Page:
Jon Stancato & Kiran Rikhye of “Kill Me Like You Mean It”

Stolen Chair Theatre Company presents Kill Me Like You Mean It, written by Kiran Rikhye and directed by Jon StancatoTough detectives. Tougher dames. Double-crosses. Cigarettes. Shadows. Fedoras. All the hallmarks of film noir.

With their show Kill Me Like You Mean It, playwright Kiran Rikhye and director Jon Stancato (no strangers to the podcast—definitely check out their interviews from past Stolen Chair shows The Man Who Laughs and Potion) transfer all those classic film noir elements to the stage.

Then, they add in a healthy dose of theatre of the absurd.

What comes out is an absurdly fun & tightly executed piece of drama.

Listen in as Jon & Kiran discuss re-mounting (and revamping) a show from their past, audience placement as camera angles, abandoning tetralogies, having your actors create their own vocal musical score, and honing the rhythmic and sonic nature of your show.

“There’s something really unsettling about it…even though it is fun, and even though it is a comedy, it sort of is a deeply unnerving world…”

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Mac Rogers, Rebecca Comtois, and Sean Williams of “Ligature Marks”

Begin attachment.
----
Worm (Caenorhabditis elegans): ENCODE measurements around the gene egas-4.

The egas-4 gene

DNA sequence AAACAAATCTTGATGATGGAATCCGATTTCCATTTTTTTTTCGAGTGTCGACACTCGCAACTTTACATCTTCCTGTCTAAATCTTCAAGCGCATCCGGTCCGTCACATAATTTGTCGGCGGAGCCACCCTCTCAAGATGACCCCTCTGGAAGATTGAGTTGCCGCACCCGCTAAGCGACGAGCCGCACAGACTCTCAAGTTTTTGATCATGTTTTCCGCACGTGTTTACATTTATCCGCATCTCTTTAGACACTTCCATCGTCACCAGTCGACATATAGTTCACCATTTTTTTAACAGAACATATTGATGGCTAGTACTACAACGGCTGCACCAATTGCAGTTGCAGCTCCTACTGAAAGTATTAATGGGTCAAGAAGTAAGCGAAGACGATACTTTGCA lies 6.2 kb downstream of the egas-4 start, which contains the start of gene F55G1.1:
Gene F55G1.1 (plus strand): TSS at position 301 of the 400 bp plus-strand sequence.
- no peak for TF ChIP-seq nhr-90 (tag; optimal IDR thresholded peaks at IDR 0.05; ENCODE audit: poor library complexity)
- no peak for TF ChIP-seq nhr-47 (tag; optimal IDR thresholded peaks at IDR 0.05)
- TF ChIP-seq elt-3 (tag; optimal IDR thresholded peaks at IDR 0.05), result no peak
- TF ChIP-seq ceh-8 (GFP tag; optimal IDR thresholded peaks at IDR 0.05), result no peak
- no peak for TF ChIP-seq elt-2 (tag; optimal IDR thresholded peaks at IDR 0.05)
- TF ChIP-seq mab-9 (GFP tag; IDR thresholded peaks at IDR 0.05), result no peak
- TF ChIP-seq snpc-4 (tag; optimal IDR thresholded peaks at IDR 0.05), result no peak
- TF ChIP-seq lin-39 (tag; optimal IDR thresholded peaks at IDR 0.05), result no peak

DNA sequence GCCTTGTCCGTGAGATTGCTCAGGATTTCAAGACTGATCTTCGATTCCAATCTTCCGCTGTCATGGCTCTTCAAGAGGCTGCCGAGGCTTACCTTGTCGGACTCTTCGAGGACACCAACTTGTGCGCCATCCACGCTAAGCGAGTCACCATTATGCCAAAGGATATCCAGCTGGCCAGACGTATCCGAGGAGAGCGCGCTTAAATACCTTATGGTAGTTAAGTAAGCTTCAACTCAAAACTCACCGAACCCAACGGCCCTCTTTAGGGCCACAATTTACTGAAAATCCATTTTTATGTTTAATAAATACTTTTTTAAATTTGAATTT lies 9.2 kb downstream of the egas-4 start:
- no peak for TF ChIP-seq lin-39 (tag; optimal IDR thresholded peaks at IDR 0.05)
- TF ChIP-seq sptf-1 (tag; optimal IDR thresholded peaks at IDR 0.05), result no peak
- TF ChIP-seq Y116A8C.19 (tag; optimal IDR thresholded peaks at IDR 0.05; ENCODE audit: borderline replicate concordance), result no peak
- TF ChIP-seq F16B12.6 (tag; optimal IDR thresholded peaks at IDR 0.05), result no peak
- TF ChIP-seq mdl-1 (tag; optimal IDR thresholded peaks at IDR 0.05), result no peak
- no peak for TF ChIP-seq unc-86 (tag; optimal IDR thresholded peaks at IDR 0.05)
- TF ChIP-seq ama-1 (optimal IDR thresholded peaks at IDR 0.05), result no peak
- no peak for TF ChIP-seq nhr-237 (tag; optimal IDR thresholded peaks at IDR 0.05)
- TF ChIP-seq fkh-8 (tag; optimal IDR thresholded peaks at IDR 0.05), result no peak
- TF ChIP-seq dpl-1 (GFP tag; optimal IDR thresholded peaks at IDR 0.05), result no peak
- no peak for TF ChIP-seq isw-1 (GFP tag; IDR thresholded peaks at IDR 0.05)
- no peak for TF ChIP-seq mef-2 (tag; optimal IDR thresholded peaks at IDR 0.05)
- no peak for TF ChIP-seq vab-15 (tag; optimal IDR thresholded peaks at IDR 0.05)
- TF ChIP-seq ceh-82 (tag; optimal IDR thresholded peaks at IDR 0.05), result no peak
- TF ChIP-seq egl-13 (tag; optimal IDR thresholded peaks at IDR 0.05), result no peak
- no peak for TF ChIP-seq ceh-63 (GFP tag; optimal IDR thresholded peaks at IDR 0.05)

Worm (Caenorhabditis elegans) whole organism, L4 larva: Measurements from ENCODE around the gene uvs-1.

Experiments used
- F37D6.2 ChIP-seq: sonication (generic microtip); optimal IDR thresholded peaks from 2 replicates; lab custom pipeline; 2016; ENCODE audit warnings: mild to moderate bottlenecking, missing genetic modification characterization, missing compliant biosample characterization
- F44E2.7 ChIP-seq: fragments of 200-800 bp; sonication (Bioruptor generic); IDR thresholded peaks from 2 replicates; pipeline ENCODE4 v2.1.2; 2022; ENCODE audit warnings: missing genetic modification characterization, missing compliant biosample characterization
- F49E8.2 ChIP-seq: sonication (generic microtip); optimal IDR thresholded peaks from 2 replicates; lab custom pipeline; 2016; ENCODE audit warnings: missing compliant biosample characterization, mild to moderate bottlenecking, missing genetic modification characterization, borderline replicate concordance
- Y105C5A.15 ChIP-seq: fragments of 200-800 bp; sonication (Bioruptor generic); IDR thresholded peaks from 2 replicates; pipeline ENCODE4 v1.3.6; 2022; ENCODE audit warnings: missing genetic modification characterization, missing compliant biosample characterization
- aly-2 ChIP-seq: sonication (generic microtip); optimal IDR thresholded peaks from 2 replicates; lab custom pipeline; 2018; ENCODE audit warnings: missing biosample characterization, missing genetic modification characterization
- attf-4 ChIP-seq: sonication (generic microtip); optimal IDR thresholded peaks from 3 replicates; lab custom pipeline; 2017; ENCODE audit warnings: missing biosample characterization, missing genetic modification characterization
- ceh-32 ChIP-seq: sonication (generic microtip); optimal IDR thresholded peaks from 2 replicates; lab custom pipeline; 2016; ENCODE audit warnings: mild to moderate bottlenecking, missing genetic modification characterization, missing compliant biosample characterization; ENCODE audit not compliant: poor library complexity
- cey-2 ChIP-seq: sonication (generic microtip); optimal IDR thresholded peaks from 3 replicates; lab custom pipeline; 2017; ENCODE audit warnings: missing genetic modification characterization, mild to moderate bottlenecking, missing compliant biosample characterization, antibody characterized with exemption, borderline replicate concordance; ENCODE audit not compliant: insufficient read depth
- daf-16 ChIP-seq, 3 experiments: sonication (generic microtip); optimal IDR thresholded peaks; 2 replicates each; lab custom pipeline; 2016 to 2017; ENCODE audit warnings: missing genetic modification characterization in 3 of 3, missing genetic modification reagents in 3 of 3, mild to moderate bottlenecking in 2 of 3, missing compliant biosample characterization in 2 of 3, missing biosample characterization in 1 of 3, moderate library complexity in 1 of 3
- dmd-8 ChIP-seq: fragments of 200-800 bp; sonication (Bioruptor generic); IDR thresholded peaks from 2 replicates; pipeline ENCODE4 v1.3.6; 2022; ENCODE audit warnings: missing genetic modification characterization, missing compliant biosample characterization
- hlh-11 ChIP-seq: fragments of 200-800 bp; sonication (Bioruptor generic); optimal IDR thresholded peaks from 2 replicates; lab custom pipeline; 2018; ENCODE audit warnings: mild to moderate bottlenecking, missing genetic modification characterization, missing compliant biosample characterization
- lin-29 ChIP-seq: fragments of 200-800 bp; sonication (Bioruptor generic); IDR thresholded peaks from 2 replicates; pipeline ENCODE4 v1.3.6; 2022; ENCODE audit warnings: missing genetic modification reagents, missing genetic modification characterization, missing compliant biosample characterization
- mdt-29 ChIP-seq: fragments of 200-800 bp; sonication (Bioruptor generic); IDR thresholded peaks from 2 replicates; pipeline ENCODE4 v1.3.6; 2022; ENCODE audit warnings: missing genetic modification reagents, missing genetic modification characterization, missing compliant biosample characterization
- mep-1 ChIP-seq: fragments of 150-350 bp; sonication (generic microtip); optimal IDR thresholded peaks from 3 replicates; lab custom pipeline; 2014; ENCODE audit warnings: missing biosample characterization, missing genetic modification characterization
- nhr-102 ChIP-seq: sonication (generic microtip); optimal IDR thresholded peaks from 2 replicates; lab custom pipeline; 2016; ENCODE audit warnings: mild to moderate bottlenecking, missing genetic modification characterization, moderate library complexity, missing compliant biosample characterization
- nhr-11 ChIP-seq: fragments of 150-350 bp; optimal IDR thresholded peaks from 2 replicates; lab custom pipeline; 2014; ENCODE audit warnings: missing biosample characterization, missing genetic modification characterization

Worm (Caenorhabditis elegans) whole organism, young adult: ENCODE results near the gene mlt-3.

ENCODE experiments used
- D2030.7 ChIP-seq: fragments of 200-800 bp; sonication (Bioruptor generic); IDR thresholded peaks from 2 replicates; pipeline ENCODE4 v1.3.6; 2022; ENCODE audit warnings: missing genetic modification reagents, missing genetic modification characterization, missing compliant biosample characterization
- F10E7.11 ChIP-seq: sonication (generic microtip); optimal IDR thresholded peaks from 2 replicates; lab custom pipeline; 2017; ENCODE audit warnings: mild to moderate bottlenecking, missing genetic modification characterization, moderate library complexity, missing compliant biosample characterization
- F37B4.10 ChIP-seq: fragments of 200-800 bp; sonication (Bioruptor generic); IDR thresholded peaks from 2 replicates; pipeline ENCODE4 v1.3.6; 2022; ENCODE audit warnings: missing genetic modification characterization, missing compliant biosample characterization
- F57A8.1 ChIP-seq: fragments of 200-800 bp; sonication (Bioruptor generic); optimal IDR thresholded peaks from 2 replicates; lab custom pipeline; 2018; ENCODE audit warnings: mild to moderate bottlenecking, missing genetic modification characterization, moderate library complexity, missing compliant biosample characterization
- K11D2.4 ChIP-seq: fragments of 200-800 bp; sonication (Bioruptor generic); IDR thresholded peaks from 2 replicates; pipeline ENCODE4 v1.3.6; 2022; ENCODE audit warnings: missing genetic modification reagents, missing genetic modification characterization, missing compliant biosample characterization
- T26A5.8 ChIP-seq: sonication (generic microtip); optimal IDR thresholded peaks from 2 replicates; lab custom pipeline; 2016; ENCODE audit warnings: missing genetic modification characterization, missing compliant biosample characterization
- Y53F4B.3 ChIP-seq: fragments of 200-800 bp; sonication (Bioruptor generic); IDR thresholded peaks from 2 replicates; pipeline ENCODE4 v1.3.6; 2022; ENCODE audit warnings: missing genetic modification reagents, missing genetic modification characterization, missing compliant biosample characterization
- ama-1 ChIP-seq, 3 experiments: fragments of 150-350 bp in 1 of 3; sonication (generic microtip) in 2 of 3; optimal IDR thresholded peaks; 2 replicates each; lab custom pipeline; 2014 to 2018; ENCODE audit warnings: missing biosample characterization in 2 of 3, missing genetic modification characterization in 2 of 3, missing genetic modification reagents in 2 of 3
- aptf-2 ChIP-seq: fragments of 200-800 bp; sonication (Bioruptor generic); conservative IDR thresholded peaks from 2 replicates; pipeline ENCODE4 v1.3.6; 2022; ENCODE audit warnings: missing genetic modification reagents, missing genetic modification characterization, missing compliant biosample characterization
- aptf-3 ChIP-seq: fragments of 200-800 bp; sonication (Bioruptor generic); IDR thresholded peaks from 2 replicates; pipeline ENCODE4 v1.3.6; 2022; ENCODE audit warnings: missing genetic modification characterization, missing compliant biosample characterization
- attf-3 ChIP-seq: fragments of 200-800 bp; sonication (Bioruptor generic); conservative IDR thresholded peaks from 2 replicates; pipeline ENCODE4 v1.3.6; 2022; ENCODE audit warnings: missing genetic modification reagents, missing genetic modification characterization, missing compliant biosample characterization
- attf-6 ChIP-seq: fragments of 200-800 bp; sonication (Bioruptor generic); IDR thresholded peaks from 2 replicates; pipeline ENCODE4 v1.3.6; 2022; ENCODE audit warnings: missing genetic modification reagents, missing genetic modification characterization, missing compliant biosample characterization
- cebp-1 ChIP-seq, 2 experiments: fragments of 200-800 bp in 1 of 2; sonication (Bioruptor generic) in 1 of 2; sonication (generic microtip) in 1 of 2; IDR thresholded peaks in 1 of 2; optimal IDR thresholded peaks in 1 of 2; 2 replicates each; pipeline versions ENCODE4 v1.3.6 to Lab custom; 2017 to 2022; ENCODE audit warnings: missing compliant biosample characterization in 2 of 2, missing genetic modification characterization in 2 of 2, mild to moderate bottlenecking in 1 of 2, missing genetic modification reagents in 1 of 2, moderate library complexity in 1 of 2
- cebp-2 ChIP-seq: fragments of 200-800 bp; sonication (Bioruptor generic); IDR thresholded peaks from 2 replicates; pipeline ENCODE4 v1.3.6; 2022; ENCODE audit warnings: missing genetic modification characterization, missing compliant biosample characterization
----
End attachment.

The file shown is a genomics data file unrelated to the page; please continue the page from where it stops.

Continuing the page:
"Game Play" festival at The Brick TheaterMac Rogers is a playwright I seemed to keep missing — for example, I got back into town just late enough to miss the last performance of Advance Man, for which I had a ticket, and I was completely out of town for the entire run of Frankenstein Upstairs. And yet, I kept hearing great things about his work.

Turns out those things were dead on. Now I’m even more disappointed I missed those previous two shows.

His latest play, which he also stars in, is Ligature Marks, a noir story embedded in a domestic drama with an MMORPG backdrop. It’s not as confusing as I just made it sound. And it’s well-worth your 75 minutes in the theater.

Mac and his co-star Rebecca Comtois, along with Gideon Productions producer Sean Williams, sat down with me after a performance last weekend over a beer in the Alligator Lounge for a long conversation that covered a whole lot of super-interesting ground — and, included a beautifully-worded segment about why and how one can become an effective producer. Essential listening for those of you who want to make your own work.

Listen in as Mac, Rebecca, and Sean discuss playing damaged people onstage, stage names vs. who we actually are, why one shouldn’t hate on what other people like (even if it’s the Twilight series), how to talk down playwrights & directors when they’re freaking out, and creating theatre (and podcasts) as part of the long-term cultural conversation.

“…as a producer…your whole life is storytelling. Your whole life is inventing narratives, your whole life is acting, your whole life is playing characters, so I think for people who don’t like producing, but do like to act and do like to write, I think it’s possible that they’re looking at producing the wrong way…”

(seriously, one of the coolest pieces of advice we’ve gotten on the podcast) Continue reading